Parliamentarians in New Zealand passed a historic ruling on Wednesday (March 18) decriminalising abortions – treating the practise as a matter of health rather than a criminal one.
Effectively cutting the procedure from the Crimes Act and liberalising access to abortion services simultaneously, the final vote on the bill passed 68 to 51.
The landmark legislation now heads to Governor-General Patsy Reddy for the royal assent before becoming law.
Under the new abortion law reform, people will now be able to access the service from a health practitioner in the first 20 weeks of pregnancy.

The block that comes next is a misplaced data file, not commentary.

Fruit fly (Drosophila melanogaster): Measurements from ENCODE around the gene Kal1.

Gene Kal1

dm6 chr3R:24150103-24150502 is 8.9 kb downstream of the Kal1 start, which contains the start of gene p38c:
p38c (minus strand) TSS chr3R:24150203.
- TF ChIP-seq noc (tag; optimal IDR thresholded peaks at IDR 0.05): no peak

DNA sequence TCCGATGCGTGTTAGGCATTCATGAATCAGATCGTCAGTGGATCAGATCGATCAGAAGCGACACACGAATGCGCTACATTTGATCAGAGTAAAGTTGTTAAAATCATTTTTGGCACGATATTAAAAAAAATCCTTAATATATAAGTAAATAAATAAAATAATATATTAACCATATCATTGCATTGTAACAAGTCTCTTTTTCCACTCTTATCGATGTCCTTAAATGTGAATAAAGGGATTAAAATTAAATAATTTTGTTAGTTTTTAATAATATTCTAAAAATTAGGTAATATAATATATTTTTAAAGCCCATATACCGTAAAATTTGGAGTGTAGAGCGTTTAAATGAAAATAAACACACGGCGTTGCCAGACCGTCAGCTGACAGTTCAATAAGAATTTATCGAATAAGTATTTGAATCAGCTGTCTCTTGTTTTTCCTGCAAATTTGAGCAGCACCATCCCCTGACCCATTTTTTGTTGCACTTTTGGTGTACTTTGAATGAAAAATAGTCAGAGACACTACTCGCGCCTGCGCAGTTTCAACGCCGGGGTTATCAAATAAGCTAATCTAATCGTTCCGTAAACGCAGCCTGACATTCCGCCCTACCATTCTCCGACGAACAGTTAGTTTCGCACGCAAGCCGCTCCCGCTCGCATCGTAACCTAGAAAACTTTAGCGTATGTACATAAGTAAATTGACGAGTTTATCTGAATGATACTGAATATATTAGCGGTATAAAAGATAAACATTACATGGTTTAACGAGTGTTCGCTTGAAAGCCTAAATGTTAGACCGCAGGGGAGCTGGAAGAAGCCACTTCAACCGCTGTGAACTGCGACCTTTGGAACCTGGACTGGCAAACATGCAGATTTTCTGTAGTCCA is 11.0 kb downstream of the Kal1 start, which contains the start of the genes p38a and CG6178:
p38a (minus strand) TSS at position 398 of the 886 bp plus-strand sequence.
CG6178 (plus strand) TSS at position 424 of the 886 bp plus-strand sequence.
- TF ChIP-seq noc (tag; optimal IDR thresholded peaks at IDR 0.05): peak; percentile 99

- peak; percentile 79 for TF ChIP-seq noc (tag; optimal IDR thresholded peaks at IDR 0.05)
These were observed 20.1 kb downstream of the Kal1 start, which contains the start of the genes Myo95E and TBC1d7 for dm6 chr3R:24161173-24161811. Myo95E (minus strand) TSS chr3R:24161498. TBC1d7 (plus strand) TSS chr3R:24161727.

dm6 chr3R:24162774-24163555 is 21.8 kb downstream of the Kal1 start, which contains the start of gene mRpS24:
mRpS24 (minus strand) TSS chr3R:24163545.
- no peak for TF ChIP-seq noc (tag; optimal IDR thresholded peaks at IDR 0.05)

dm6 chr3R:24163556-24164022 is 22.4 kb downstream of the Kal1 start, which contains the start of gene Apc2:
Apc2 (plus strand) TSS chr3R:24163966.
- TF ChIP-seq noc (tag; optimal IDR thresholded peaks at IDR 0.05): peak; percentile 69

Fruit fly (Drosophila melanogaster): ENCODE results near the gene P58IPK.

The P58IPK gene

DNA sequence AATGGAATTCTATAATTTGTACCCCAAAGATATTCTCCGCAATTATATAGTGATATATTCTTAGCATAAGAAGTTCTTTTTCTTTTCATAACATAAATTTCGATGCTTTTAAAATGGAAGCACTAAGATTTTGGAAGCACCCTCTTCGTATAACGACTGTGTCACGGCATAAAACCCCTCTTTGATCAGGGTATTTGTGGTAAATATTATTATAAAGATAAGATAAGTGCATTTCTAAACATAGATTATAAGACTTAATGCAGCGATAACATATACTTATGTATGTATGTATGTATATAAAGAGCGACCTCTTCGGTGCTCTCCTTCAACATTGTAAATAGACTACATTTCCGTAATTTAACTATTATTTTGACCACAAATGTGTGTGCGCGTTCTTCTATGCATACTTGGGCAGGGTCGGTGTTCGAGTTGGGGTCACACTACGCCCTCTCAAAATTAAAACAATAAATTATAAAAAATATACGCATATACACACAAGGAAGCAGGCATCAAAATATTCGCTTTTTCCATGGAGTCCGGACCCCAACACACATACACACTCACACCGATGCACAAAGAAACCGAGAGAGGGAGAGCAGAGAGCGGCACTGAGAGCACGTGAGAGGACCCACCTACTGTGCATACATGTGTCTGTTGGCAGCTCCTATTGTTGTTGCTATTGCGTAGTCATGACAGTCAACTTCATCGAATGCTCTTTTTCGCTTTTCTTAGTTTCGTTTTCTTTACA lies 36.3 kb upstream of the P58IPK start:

Persons will still be able to access abortions after 20 weeks, provided that the health practitioner proves the procedure is “clinically appropriate”, with regards to the patient’s physical and mental health and wellbeing.
That practitioner must then consult a second practitioner before proceeding.
Abortion currently sits in the Crimes Act; New Zealanders, however, still follow through with the practise by exploiting a loophole.
The bill, tabled by Justice Minister Andrew Little, said it “confirms the right of a woman to continue with her pregnancy or not”.